Chicago’s anti-Trump protests were about much more than one man’s racism

Dump Trump.
Dump Trump.
Image: AP Photo/Matt Marton
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After protesters forced Donald Trump to cancel a rally in Chicago on Mar. 11, much of the media narrative quickly turned against the anti-Trump contingent. From political scientist Jonathan Bernstein to longtime organizer Al Giordano, experts argued that Trump’s decision to shut down his own gathering rather than face his detractors was a stroke of genius. For these pundits, the protest ultimately was a failure.

Activists who were at the protests, however, have a different perspective—not least because their goals have been misunderstood by much of the coverage thus far. In fact, for some protestors on Friday, Trump was of only peripheral concern. The presidential race is on the ballot today in Illinois. But an equally important contest, for many activists, was the Democratic primary Cook County state’s attorney race.

The activist group #ByeAnita had been planning for weeks to organize a protest on Friday night against the incumbent Anita Alvarez, who has become infamous for her failure to hold police accountable for violence. When officer Dante Servin recklessly shot into a crowd, killing Rekia Boyd in 2012, critics claim Alvarez undercharged him, resulting in his acquittal. When officer Jason Van Dyke shot and killed 17-year-old Laquan McDonald, Alvarez failed to file charges for a year, despite the fact that she had access to a dashcam video providing evidence of culpability. Alvarez finally charged him with first-degree murder—after a court had ordered the video released.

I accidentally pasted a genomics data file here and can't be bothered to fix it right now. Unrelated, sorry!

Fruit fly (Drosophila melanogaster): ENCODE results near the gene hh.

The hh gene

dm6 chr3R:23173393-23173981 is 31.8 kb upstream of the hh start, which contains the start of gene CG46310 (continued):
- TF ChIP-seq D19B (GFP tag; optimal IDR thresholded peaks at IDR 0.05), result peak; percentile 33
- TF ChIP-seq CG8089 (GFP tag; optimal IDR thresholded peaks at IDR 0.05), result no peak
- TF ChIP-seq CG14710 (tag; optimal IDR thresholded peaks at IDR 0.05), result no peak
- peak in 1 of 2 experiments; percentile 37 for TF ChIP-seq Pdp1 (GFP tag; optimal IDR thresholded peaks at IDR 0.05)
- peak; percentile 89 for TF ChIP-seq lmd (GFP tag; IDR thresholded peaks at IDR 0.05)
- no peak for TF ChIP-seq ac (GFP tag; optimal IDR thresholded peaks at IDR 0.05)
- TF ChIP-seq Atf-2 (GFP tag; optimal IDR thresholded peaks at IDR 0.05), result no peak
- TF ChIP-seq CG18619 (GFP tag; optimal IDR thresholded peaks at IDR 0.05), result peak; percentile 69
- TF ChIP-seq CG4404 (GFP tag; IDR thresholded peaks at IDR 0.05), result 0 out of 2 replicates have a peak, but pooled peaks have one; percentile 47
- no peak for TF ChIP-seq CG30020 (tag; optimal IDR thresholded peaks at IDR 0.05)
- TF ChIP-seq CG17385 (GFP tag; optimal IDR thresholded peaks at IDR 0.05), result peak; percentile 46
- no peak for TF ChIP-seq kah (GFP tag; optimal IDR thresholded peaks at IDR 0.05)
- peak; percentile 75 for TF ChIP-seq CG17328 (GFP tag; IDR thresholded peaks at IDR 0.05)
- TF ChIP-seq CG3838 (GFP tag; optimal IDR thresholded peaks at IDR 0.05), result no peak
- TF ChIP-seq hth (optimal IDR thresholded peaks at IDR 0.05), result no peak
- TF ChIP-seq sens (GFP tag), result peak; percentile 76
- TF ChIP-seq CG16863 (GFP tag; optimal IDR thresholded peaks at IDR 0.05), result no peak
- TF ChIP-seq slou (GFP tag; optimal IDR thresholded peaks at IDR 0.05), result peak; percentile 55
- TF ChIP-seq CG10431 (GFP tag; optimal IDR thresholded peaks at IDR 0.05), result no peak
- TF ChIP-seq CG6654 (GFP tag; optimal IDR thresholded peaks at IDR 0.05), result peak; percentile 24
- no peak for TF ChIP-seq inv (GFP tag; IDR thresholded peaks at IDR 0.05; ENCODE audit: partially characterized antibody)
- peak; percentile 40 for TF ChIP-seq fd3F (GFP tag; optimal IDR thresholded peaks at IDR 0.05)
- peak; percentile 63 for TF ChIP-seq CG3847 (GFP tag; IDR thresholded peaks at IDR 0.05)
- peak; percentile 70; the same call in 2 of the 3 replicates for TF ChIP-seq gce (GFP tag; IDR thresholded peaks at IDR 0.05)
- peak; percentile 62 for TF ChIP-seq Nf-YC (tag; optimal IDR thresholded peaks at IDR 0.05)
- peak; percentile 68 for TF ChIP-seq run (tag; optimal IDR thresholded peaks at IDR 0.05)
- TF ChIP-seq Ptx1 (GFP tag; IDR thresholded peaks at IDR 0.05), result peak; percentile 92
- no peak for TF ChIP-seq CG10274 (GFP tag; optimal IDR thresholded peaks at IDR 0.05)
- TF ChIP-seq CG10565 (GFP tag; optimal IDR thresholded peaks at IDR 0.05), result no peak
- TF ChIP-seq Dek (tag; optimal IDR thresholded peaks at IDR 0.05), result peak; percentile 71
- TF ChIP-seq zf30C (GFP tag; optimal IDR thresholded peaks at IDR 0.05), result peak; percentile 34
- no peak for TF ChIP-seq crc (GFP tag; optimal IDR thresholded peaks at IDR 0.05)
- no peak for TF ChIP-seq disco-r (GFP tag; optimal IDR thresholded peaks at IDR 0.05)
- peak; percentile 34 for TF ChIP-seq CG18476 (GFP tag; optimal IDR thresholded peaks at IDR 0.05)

The #ByeAnita organizers viewed Trump appearance as a good way to amplify their message. They had been disrupting Alvarez’s rallies and staging protests for weeks, but “at this point local media and national media had mostly been ignoring us,” organizer Page May, a #ByeAnita organizer, tells Quartz. The rally was “as opportunity to connect the dots between what’s happening here locally in Chicago and particularly the state’s attorney position, and how that’s connected to the national politics of the moment.”

By shutting down an intersection close to the Trump rally, #ByeAnita could bring attention to the parallels between local and national issues. “We tied the fascist politics all into one,” #ByeAnita activist Veronica Morris Moore explains to Quartz. Drawing a connection between Trump, who says that, “Police are the most mistreated people in America,” and Alvarez, who acts like they are, highlights the way that national and local politics work together to target people like Laquan McDonald.

Given the amount of attention the protests got, from May tells Quartz that she believes the protest was wildly successful. “We went from having no national coverage of Anita Alvarez, to #ByeAnita being on major TV networks. Our banners made it onto national television,” she said. More, she tells Quartz, “We had people that didn’t know anything about Anita Alvarez join our action. All those people were chanting ‘Bye Anita.’ That’s huge. And these are Chicagoans, the people who can actually vote her out. And it was mostly black and brown people. Latino people especially are one of the main groups Anita Alvarez is relying on to be able to win.”